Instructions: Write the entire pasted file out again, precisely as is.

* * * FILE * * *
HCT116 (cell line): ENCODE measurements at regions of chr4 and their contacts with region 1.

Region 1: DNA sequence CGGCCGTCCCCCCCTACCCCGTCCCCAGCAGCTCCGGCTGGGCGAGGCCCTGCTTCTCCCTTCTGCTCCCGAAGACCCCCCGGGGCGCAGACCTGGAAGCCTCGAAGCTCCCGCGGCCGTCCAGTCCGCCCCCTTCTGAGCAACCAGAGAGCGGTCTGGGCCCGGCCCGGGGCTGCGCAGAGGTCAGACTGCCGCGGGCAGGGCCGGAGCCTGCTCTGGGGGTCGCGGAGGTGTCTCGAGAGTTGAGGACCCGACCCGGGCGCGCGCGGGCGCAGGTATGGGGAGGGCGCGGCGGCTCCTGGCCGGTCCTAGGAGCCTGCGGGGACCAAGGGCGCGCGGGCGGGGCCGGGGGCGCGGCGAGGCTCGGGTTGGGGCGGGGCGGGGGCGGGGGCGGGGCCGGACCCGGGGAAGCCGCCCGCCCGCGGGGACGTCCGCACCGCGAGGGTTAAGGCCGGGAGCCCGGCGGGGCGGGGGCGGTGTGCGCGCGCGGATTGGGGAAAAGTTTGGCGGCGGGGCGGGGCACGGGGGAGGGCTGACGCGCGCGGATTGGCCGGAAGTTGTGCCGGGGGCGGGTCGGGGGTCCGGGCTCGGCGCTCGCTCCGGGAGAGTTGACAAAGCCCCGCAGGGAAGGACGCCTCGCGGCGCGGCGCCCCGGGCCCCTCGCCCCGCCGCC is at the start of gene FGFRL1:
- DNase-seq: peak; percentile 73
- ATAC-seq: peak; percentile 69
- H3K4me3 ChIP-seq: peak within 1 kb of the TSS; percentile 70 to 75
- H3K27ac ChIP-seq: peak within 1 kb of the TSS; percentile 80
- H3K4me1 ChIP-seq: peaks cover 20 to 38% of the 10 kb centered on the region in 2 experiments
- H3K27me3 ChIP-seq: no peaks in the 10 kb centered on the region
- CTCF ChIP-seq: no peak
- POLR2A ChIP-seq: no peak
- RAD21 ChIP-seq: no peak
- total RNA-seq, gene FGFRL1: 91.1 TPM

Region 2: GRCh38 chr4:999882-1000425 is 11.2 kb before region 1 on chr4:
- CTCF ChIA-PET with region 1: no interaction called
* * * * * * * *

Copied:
HCT116 (cell line): ENCODE measurements at regions of chr4 and their contacts with region 1.

Region 1: DNA sequence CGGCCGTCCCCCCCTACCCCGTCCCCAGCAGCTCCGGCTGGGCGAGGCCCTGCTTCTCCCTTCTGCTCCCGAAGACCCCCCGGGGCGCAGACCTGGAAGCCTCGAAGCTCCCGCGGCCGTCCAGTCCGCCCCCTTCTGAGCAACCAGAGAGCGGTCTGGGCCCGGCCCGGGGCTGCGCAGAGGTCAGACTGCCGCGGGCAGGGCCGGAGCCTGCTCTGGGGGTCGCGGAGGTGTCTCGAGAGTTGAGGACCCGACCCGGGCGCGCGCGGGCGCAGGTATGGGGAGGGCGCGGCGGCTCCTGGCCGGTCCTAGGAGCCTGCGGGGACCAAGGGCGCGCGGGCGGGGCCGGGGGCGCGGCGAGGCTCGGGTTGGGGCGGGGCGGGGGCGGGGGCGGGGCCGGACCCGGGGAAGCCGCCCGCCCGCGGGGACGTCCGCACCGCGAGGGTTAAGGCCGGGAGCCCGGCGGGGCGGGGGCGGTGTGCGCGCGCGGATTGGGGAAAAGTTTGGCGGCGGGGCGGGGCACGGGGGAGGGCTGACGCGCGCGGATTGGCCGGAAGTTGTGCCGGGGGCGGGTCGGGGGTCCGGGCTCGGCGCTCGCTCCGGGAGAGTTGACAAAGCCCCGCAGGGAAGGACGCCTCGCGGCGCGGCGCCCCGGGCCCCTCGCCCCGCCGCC is at the start of gene FGFRL1:
- DNase-seq: peak; percentile 73
- ATAC-seq: peak; percentile 69
- H3K4me3 ChIP-seq: peak within 1 kb of the TSS; percentile 70 to 75
- H3K27ac ChIP-seq: peak within 1 kb of the TSS; percentile 80
- H3K4me1 ChIP-seq: peaks cover 20 to 38% of the 10 kb centered on the region in 2 experiments
- H3K27me3 ChIP-seq: no peaks in the 10 kb centered on the region
- CTCF ChIP-seq: no peak
- POLR2A ChIP-seq: no peak
- RAD21 ChIP-seq: no peak
- total RNA-seq, gene FGFRL1: 91.1 TPM

Region 2: GRCh38 chr4:999882-1000425 is 11.2 kb before region 1 on chr4:
- CTCF ChIA-PET with region 1: no interaction called